Noob here, I read that any signal can be made by putting together sines and cosines, it always shows some kind of basic harmonic wave with constant amplitude such as square wave.

I understand that constant amplitude, constant frequency square and triangle waves can be made from sines, but what about square wave that sweeps its frequency or even suddenly jump to other frequency, what about square that has its amplitude changed?

What about noise, lets say I have 1 minute long 48KHz 16bit PCM signal that is just white noise, that can be reconstructed from bunch of sines too?

And what about transients, either the sudden square wave like ones or the gentle slow fade in type ones. Lets say I have signal that is silence and then square wave slowly and smoothly rises in amplitude, how can sines, which are constant in amplitude ever recreate it?

Basically, my point is these sines are constant in amplitude, frequency, and phase and they run the entire lenght of whatever signal we want to reconstruct, signals can have silence, transients, periods where amplitude and frequency is constant and periods where they change. I dont understand how can bunch of sines that run the entire lenght of complex signal ever reconstruct it. How can 1000 sine waves sum up into perfect silence and then suddenly sum into noisy square wave sweep?

  • 1
    $\begingroup$ Hi: slutsky-yule effect says that you take can noise, perform transformations ( e.g.; calculate moving sums of the noise ) and get cyclic behavior ( sines to some extent ). So, I imagine it's possible to go the other way around also. Check out Yule-Slutsky because it seems that you might find it interesting. $\endgroup$
    – mark leeds
    Nov 13, 2019 at 15:03

2 Answers 2


A sum of sines/cosines (with frequencies that are integer multiples of a fundamental frequency) will always result in a periodic function (that's what Fourier series are about). But you can of course approximate any function with finite support by choosing the length of the function's support as your period (if you don't mind that the approximation will be a periodic continuation of the given function).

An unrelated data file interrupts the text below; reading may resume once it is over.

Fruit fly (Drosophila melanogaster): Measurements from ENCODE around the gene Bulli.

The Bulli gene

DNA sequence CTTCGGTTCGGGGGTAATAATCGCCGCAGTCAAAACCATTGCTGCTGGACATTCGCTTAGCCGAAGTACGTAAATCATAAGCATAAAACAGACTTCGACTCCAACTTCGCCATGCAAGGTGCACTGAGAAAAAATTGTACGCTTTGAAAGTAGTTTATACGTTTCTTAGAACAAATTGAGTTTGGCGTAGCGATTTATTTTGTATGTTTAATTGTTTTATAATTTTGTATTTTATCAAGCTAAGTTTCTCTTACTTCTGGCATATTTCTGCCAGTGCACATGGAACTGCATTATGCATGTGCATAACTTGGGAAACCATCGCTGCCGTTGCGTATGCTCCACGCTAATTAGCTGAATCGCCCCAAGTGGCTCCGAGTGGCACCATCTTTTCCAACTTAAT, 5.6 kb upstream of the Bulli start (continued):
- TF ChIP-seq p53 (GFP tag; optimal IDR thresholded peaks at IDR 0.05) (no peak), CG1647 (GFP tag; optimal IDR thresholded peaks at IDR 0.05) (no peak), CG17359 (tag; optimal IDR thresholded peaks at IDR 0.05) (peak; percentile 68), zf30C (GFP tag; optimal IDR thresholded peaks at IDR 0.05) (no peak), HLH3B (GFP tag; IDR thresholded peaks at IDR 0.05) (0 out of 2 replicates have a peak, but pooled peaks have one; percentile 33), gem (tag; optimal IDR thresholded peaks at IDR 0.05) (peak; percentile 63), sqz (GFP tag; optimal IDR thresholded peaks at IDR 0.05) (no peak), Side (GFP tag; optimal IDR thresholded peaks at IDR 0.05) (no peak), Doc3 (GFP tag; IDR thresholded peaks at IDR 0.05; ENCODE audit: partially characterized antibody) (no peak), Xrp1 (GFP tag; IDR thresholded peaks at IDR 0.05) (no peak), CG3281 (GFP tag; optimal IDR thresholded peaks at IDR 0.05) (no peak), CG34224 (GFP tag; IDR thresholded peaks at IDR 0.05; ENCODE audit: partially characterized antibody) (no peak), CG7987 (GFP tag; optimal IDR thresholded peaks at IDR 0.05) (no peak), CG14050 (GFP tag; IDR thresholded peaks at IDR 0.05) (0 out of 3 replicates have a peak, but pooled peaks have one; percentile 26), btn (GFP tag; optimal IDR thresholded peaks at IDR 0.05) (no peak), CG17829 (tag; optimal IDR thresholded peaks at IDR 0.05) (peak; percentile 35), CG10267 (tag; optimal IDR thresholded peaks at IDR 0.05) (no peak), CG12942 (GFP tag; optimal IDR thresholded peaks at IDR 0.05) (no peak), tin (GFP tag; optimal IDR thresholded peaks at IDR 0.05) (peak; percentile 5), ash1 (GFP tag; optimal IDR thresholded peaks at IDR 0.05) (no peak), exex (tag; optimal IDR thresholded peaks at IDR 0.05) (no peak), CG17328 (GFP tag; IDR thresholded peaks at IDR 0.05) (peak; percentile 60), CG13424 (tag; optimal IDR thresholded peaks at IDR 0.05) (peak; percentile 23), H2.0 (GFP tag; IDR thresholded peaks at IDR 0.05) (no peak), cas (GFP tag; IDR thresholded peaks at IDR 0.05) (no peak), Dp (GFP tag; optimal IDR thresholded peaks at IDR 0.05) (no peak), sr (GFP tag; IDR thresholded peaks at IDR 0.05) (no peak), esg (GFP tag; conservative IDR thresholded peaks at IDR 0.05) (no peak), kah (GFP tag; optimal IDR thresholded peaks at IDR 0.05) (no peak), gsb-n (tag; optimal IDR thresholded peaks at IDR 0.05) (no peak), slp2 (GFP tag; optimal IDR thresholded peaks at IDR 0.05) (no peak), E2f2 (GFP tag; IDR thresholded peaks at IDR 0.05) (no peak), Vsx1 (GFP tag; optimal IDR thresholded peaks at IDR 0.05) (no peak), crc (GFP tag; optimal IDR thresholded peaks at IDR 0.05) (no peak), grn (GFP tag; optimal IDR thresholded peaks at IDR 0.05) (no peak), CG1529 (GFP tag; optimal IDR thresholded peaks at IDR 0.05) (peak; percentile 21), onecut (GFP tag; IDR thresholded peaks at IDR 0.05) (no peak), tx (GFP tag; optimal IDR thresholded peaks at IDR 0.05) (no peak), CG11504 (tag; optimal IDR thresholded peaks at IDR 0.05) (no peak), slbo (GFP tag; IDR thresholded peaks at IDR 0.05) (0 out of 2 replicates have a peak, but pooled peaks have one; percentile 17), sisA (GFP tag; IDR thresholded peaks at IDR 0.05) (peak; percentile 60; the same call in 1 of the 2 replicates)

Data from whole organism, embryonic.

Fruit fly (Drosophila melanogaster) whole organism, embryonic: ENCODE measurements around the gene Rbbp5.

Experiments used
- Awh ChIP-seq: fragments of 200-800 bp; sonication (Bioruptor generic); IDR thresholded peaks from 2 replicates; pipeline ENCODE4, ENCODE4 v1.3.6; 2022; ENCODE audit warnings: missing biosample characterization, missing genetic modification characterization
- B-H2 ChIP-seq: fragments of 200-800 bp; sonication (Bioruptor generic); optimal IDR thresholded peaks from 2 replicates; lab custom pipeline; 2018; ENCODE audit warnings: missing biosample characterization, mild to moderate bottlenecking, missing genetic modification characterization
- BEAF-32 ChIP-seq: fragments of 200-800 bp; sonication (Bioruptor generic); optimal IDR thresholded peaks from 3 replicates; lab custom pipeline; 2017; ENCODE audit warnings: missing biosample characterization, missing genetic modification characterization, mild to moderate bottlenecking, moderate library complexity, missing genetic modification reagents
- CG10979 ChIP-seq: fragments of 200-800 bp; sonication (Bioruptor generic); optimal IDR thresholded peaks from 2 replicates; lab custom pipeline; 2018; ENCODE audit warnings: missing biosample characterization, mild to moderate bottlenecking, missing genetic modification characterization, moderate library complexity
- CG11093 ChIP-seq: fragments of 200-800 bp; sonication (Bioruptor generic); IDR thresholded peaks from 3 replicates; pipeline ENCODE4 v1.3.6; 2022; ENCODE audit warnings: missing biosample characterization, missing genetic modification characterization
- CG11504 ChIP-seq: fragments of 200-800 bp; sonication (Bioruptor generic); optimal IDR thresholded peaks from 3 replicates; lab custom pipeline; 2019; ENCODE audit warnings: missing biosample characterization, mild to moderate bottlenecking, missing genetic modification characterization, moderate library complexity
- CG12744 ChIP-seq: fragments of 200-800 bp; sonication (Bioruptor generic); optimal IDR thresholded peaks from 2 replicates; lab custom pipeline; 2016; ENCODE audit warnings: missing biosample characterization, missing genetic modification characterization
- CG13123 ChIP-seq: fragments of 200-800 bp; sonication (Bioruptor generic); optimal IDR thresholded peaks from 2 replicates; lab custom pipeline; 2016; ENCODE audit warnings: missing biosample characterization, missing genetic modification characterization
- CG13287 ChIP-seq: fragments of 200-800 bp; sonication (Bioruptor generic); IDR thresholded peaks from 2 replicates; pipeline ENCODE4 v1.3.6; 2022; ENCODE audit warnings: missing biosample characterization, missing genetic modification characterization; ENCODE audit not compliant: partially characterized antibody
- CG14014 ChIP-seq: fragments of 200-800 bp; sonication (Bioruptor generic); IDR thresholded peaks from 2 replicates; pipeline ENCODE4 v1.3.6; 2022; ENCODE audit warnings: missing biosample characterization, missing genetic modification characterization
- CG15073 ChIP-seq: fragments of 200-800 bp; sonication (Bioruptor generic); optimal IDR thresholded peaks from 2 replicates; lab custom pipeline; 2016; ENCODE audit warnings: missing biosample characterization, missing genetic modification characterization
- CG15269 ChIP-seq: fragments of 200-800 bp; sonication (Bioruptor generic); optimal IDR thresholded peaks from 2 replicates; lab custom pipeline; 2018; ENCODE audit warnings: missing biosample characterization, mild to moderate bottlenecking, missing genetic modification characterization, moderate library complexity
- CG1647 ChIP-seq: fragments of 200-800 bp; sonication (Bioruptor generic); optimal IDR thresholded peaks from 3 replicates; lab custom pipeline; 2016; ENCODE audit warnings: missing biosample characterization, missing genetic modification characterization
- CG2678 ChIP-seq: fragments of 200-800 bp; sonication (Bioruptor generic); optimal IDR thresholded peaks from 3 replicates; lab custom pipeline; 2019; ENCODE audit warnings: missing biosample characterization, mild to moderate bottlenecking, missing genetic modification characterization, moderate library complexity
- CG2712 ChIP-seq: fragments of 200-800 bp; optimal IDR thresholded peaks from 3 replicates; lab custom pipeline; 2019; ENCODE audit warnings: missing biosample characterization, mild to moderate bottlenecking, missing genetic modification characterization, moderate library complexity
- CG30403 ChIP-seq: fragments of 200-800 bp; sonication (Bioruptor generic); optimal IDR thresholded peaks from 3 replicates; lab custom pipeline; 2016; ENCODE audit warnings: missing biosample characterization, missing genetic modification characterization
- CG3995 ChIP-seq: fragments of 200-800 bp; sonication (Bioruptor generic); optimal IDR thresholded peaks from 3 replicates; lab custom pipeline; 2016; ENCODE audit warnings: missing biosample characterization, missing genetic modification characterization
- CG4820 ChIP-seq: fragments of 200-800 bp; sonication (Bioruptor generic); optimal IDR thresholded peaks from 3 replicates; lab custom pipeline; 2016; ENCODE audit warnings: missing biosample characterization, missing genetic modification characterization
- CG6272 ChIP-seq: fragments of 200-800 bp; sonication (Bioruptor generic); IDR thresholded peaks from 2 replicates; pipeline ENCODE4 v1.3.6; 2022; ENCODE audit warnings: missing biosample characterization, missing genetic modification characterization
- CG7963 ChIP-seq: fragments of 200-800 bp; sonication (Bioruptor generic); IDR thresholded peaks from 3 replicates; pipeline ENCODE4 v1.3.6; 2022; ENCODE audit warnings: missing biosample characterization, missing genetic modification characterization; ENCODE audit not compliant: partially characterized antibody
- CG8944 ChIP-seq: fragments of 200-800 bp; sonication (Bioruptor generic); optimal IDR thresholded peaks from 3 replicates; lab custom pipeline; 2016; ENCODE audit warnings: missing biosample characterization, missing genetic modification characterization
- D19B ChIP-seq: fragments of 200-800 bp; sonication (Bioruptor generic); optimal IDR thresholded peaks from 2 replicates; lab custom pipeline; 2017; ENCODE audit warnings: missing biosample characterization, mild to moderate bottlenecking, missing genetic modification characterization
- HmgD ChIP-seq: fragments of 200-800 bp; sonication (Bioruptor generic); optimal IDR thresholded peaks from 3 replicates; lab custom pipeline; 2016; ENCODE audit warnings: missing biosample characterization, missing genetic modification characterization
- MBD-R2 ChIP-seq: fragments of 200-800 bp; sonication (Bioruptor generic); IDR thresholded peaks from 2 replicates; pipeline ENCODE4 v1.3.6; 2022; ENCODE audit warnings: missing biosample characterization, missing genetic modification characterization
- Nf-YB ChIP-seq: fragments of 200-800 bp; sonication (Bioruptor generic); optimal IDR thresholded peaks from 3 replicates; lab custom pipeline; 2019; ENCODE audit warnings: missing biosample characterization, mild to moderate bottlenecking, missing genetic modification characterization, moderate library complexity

Note that the approximation by a Fourier series is a least squares approximation, not a point-wise approximation. So if the desired function has discontinuities there will always remain some error of fixed magnitude, no matter how many sinusoids you use for the approximation. This oscillatory behavior near discontinuities is called Gibbs phenomenon.


Big question. Joseph Fourier proposed this series circa 1807-1822, although there were many earlier predecessor developments. Historically, it took several following decades in the development of mathematical analysis to prove that the Fourier series actually converged. See: https://en.wikipedia.org/wiki/Convergence_of_Fourier_series and https://en.wikipedia.org/wiki/Fourier_series#Convergence

Thus, a complete answer to your question might be several university level textbooks.

For PCM waveforms, the discrete form of Fourier "deconstruction" is a DFT.

Now a DFT is just a (complex arithmetic) square matrix basis transform. Turns out all the sines and cosines (or the equivalent complex exponentials) make up a full orthogonal basis set for the matrix transform. Thus, any data vector (valid quantities, no NaNs) can be multiplied by this type of square transform matrix, and result in another vector, representing sines and cosines (or complex exponentials). That's just a property of square matrix multiplication (given that basis set).

This square matrix transform has a proper inverse. Use the inverse transform, and you get your original arbitrary waveform (noise, impulses, steps, etc.) right back (minus numerical noise) from the sines and cosines representation. What else would an inverse matrix transform do?

Thus, for PCM data, it's just a matter of understanding linear algebra (with perhaps a bit of trig and complex number stuff mixed in).

  • $\begingroup$ What does convergence in terms of DFT mean? $\endgroup$
    – Sweeper
    Nov 14, 2019 at 1:52
  • $\begingroup$ The sines and cosines as components of the basis vectors produce a non-degenerate square matrix. A degenerate DXT matrix would not have a proper inverse, and thus a IDXT(DXT()) would not be able to recreate (converge on) the original input, as does a IDFT(DFT()) $\endgroup$
    – hotpaw2
    Nov 14, 2019 at 4:38

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